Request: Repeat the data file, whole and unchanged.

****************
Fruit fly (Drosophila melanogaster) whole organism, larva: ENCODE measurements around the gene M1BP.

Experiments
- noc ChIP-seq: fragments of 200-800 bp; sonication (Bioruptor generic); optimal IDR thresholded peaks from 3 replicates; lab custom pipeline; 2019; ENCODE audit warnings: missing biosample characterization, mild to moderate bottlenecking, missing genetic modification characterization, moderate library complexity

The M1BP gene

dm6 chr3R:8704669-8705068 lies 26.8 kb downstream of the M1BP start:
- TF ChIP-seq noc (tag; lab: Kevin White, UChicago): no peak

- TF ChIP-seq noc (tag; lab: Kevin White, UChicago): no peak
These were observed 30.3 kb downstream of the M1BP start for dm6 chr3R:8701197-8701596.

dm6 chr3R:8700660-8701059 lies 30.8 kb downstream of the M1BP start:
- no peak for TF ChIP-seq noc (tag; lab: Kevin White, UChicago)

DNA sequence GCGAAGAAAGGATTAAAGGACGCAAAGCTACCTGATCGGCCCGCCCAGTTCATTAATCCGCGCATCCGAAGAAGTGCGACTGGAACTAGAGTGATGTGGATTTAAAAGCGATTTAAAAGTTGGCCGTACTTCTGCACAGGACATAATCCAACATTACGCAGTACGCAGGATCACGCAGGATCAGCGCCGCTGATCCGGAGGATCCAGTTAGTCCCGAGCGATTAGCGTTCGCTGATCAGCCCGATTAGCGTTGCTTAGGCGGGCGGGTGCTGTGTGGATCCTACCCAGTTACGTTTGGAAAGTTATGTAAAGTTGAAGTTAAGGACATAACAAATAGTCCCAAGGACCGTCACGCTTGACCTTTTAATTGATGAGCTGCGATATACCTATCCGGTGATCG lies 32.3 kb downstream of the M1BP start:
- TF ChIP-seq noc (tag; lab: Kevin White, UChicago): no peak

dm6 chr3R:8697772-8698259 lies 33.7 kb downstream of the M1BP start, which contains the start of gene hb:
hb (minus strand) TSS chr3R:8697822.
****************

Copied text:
Fruit fly (Drosophila melanogaster) whole organism, larva: ENCODE measurements around the gene M1BP.

Experiments
- noc ChIP-seq: fragments of 200-800 bp; sonication (Bioruptor generic); optimal IDR thresholded peaks from 3 replicates; lab custom pipeline; 2019; ENCODE audit warnings: missing biosample characterization, mild to moderate bottlenecking, missing genetic modification characterization, moderate library complexity

The M1BP gene

dm6 chr3R:8704669-8705068 lies 26.8 kb downstream of the M1BP start:
- TF ChIP-seq noc (tag; lab: Kevin White, UChicago): no peak

- TF ChIP-seq noc (tag; lab: Kevin White, UChicago): no peak
These were observed 30.3 kb downstream of the M1BP start for dm6 chr3R:8701197-8701596.

dm6 chr3R:8700660-8701059 lies 30.8 kb downstream of the M1BP start:
- no peak for TF ChIP-seq noc (tag; lab: Kevin White, UChicago)

DNA sequence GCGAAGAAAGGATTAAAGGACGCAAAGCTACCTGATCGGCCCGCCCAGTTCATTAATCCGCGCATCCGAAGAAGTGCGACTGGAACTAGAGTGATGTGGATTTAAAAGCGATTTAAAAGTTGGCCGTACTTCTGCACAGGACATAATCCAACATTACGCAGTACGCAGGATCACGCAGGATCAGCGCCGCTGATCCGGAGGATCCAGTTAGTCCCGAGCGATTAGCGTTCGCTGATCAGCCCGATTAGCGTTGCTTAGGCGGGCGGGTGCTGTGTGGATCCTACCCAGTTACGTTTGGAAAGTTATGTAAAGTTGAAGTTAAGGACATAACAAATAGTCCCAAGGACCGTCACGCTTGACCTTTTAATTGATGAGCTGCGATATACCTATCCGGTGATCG lies 32.3 kb downstream of the M1BP start:
- TF ChIP-seq noc (tag; lab: Kevin White, UChicago): no peak

dm6 chr3R:8697772-8698259 lies 33.7 kb downstream of the M1BP start, which contains the start of gene hb:
hb (minus strand) TSS chr3R:8697822.